What each person finds beautiful varies widely. But certain things seem to be universal, and sometimes we meet someone and are immediately struck by her looks. However, what actually forms the complete picture of beauty is her personality, the way she carries herself, how she interacts with others, how she dresses and her body language. Probably, the most attractive people you know are not those who you found stunningly beautiful at first sight, but those to whom you were attracted by all their other positive attributes.

Unfortunately, other external factors come into play when we think of beauty, subconsciously dictating our perception. The media is is partly guilty of portraying, and promoting what the beauty standards are, all to serve one purpose: to make us believe that wearing certain clothes, buying certain creams and cosmetics, following certain diets, going to the gym for that perfect body, will make us beautiful, young and irresistible.

However, what all this really instills is self-loathing, insecurity and in some cases—while chasing that ideal self—emotional and financial bankruptcy, from turning to cosmetic surgery or any other expensive anti-aging measures. In Venezuela, banks will give you loans specifically for cosmetic surgery! In the U.S. you can also get credit cards or payment plans solely for this purpose.

Dove got it right in their Dove Campaign for Real Beauty with the slogan: Every girl deserves to feel beautiful just the way she is. It promoted a healthy, realistic body image, and encouraged women to post pictures of themselves online with all their imperfections.

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While we may try to become more beautiful by wearing makeup and dressing a certain way, there is more we can do to enhance our beauty through cultivating those aspects you find beautiful in others. It’s about being brave enough to call forth your self-confidence and allow others to find out who you are, including your flaws. After all, that’s what beautiful people do, and it’s a lot more important than spending hours in front of the mirror.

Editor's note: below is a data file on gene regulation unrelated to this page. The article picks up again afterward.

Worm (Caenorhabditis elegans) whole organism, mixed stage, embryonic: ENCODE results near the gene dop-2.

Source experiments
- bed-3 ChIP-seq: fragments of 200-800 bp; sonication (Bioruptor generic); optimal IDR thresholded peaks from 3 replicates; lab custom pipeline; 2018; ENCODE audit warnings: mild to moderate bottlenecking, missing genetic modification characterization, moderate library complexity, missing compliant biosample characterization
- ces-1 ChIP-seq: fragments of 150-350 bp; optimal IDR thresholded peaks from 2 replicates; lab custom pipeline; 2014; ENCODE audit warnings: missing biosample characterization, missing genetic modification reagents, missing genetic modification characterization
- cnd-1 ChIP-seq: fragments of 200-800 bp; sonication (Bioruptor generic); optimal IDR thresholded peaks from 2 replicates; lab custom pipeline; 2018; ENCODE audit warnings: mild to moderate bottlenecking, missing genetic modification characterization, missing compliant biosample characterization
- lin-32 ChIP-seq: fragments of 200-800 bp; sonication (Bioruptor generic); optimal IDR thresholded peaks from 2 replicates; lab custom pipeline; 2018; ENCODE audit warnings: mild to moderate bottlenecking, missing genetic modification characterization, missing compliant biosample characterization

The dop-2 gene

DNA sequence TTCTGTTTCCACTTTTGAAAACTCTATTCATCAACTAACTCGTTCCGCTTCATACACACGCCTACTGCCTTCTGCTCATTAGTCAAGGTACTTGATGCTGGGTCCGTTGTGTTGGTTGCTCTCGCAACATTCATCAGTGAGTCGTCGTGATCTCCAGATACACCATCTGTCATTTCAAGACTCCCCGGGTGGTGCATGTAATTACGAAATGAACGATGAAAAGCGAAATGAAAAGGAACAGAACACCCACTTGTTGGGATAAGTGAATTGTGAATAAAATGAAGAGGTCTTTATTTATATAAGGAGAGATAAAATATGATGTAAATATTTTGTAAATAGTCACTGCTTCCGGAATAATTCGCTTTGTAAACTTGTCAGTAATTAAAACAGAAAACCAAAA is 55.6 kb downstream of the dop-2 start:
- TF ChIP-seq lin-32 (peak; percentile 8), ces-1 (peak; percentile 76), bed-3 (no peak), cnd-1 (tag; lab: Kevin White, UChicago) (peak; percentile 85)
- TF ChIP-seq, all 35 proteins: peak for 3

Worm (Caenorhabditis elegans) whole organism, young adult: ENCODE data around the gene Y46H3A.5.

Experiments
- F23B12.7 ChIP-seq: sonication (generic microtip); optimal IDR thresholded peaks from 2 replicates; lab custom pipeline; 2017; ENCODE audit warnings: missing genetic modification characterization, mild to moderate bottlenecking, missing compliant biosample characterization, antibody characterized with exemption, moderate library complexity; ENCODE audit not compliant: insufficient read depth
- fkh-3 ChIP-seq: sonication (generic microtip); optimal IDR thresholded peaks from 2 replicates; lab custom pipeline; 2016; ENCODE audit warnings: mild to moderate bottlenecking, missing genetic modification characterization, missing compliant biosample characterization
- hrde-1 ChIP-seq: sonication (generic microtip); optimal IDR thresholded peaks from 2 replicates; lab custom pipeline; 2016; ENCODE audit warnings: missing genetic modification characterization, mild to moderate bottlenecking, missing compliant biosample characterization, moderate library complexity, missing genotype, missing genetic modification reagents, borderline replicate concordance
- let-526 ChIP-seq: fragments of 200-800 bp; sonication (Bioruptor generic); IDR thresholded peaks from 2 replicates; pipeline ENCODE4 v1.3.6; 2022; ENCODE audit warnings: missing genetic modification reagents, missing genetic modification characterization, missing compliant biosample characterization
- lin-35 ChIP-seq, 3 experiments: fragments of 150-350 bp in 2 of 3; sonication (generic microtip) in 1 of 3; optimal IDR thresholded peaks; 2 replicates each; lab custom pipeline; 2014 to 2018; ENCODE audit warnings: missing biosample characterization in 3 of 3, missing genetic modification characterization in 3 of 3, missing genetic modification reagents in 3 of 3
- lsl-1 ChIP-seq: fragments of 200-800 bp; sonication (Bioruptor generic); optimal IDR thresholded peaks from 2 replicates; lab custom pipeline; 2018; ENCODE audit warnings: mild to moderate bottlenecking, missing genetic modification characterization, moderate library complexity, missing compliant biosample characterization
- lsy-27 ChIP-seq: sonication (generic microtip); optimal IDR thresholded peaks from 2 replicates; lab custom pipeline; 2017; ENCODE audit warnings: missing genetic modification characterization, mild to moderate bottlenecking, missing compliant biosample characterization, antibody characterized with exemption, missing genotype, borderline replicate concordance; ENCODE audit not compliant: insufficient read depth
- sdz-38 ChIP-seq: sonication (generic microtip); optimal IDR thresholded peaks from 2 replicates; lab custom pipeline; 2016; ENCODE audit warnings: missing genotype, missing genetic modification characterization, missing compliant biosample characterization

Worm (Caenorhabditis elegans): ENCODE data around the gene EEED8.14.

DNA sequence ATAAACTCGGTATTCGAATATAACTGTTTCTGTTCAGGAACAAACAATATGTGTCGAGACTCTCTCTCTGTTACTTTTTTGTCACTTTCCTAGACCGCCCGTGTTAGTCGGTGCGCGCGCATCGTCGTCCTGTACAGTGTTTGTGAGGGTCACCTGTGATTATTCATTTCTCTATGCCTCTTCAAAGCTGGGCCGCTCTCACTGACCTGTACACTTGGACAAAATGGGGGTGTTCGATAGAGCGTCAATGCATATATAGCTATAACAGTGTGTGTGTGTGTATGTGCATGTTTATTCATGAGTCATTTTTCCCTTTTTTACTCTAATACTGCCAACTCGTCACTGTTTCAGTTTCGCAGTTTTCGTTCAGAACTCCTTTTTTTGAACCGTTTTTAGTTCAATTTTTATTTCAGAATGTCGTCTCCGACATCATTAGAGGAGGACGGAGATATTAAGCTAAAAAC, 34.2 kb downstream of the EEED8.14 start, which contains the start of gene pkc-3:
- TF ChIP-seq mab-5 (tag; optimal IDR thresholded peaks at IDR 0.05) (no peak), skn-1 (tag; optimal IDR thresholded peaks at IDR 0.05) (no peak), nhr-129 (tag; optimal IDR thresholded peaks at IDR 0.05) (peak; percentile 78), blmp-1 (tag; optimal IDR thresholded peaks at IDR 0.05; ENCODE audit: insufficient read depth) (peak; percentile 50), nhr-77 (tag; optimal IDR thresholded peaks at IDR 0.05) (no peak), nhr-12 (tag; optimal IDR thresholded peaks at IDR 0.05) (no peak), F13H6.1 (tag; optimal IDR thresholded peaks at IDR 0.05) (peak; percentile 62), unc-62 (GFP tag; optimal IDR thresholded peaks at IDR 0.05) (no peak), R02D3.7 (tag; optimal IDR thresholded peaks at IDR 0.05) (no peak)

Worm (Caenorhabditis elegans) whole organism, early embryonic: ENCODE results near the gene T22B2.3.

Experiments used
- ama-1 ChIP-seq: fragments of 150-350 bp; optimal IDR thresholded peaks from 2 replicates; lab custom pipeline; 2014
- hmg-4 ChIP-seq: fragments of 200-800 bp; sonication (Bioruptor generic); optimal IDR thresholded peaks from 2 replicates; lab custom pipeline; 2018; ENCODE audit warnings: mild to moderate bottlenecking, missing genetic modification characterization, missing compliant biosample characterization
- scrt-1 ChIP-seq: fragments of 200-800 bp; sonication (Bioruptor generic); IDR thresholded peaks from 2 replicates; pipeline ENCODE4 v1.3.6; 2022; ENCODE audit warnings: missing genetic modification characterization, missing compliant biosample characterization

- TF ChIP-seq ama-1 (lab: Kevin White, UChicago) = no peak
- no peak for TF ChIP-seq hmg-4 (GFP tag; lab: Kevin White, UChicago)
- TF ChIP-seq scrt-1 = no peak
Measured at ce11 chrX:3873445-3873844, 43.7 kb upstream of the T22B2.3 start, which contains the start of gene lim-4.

Here are some of their “beauty” secrets:

  • They are self-confident. You can tell a person is confident by the way she carries herself. She feels comfortable in her own skin and appears relaxed. She exudes self-respect and usually treats others in kind. People who are self-assured are not afraid to show themselves as they are, including their weaknesses.

  • They have a sense of humor. The most likable people are those who can make others laugh or are able to laugh at themselves, too. Laughter is contagious and there is nothing as beautiful as a smile. Smiles are disarming.

  • They are sincere. This trait is also a sign of self-confidence. Voicing one’s opinions while risking rejection is empowering. When you can trust someone you feel more connected, and honesty fosters this trust.

  • They are approachable. Beautiful people don’t build walls, they bring them down. They are open and this makes others feel accepted and important.

  • They are compassionate. They are understanding and accepting. They practice empathy and feel people’s pain as their own. This means they are not so ego-driven and do sincerely care about people.

  • They exude joy and positivity. They are passionate, exude enthusiasm and are charming. Who isn’t attracted to people who make us feel energized and positive? Of course you want to go back for more.

  • They are humble. People who are especially talented but don’t boast about it, come off as even more extraordinary.

While it is true that biology has a lot to do with who we are attracted to and find attractive, there are things you can do to enhance beauty. Your attraction to certain people also has a lot to do with your own self-perception. If you have a negative self-image, you will mostly attract that which you actually don’t want.

We see beauty, but mostly, we actually feel it. Once you get beyond the looks, beauty is a very emotional, and far less physical reaction.